89th American Meteorological Society Annual Meeting

Sunday, 11 January 2009
Hydroxyl radical and sulfuric acid concentrations in Manitou Experimental Forest
Phoenix Convention Center
Talea Mayo, University of Texas, Austin, TX; and L. Mauldin, J. McGrath, and T. Petaja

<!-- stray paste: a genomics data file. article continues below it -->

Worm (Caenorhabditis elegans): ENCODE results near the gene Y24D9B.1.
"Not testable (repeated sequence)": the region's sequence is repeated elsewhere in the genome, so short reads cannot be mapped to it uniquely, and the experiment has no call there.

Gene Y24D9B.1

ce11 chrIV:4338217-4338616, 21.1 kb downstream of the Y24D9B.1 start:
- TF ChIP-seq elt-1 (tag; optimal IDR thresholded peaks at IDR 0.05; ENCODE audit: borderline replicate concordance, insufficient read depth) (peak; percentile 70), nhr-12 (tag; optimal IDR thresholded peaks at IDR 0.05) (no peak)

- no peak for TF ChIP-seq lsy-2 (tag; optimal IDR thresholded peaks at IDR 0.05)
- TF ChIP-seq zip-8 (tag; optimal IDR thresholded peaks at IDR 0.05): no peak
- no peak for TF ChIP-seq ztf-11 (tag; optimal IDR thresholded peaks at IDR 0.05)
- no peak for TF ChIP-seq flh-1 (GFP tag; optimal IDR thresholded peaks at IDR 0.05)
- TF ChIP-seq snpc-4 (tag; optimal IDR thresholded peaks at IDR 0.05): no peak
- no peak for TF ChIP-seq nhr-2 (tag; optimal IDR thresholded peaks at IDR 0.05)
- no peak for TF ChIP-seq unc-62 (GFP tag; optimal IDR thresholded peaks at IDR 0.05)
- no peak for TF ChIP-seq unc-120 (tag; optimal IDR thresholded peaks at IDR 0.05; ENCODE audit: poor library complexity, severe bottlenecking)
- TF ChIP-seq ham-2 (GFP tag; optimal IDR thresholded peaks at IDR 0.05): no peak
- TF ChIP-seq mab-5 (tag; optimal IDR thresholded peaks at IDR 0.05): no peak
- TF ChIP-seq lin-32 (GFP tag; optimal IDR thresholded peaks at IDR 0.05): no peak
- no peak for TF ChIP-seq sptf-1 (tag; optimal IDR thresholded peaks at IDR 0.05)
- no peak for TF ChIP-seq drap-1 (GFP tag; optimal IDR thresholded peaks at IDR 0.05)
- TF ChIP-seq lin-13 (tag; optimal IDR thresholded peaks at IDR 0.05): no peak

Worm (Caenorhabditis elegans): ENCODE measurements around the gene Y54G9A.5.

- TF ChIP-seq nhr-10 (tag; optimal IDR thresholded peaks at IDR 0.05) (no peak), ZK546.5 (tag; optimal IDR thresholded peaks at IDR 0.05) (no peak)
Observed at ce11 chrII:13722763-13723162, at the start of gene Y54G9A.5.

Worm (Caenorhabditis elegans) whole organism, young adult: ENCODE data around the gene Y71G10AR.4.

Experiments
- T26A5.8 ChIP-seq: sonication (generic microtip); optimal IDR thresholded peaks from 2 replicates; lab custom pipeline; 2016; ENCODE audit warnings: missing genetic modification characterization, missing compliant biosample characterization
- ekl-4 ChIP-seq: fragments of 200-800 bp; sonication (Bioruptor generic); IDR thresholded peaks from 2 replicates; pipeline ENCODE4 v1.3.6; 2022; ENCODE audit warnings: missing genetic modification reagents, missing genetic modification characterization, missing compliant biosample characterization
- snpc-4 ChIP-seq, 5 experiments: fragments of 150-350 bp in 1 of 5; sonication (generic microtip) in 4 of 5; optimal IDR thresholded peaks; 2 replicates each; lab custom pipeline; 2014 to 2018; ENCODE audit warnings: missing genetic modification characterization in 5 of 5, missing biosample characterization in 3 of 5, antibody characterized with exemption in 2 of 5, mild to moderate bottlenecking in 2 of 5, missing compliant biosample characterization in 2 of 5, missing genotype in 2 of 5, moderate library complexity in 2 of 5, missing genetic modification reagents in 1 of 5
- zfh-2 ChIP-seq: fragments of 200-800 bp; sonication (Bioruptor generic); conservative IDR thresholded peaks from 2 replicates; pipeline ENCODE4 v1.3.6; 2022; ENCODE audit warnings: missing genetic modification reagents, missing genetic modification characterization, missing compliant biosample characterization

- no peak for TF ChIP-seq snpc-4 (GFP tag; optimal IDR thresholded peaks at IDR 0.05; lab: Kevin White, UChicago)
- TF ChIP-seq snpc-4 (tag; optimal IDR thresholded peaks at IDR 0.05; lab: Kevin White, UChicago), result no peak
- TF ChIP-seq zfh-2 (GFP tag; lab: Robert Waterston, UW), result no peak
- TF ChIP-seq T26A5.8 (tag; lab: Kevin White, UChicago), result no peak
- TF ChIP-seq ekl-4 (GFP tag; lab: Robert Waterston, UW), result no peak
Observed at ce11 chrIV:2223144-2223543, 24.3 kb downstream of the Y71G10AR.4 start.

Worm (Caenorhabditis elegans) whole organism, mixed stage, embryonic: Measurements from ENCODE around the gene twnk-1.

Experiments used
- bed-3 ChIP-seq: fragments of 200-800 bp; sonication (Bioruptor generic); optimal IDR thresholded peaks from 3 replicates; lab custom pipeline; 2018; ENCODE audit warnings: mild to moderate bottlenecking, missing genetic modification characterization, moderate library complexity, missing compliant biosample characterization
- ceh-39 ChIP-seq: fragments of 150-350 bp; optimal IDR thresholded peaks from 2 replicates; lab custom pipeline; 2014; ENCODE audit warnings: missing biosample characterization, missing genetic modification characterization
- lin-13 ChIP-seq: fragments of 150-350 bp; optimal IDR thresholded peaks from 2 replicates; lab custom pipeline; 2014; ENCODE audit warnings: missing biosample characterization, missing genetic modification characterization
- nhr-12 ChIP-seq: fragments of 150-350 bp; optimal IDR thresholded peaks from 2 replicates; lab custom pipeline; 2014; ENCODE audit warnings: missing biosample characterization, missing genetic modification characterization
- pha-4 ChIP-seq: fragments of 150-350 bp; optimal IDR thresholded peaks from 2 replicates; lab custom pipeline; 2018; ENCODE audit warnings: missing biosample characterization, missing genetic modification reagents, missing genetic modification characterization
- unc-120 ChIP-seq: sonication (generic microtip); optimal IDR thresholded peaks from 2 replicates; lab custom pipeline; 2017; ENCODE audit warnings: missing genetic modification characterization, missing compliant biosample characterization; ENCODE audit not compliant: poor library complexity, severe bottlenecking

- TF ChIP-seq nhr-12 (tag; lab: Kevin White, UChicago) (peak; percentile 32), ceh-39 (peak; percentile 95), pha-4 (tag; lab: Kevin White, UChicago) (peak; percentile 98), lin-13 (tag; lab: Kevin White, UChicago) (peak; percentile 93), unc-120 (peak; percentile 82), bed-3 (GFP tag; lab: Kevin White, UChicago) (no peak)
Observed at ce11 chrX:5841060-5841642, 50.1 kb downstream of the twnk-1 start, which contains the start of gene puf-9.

The hydroxyl radical (OH) is an important chemical species.  It is the primary oxidizing agent in the troposphere, reacting with many pollutants and consequently maintaining the purity of the air.  It also plays an important role in the formation of sulfuric acid (H2SO4), which is important to aerosol production.  It is this role that made concentrations of OH a measurement of interest to the Bio-hydro-atmosphere interactions of Energy, Aerosols, Carbon, H2O, Organics and Nitrogen (BEACHON) Project, a study that aimed to improve earth system models by quantifying geophysical systems.  High reactivity, short lifespan, and low concentrations of OH make this molecule is particularly difficult to measure.  Chemical Ionization Mass Spectrometry (CIMS) is one reliable method of measuring OH concentrations and was used in this study.  The CIMS instrument measures OH by first converting it to sulfuric acid  by the addition of isotopically labeled sulfur dioxide (34SO2), allowing naturally occurring H2SO4 to also be measured.  Concentrations of both OH and H2SO4 were taken in Manitou Experimental Forest (MEF) in Manitou Springs, Colorado in summer 2008.  Decay rates of OH were also determined.  While OH concentrations and decay rates were unavailable at the conclusion of this research, concentrations of OH and H2SO4 as well as OH decay rates were measured in a similar study conducted in Morgan-Monroe Experimental Forest in May 2008

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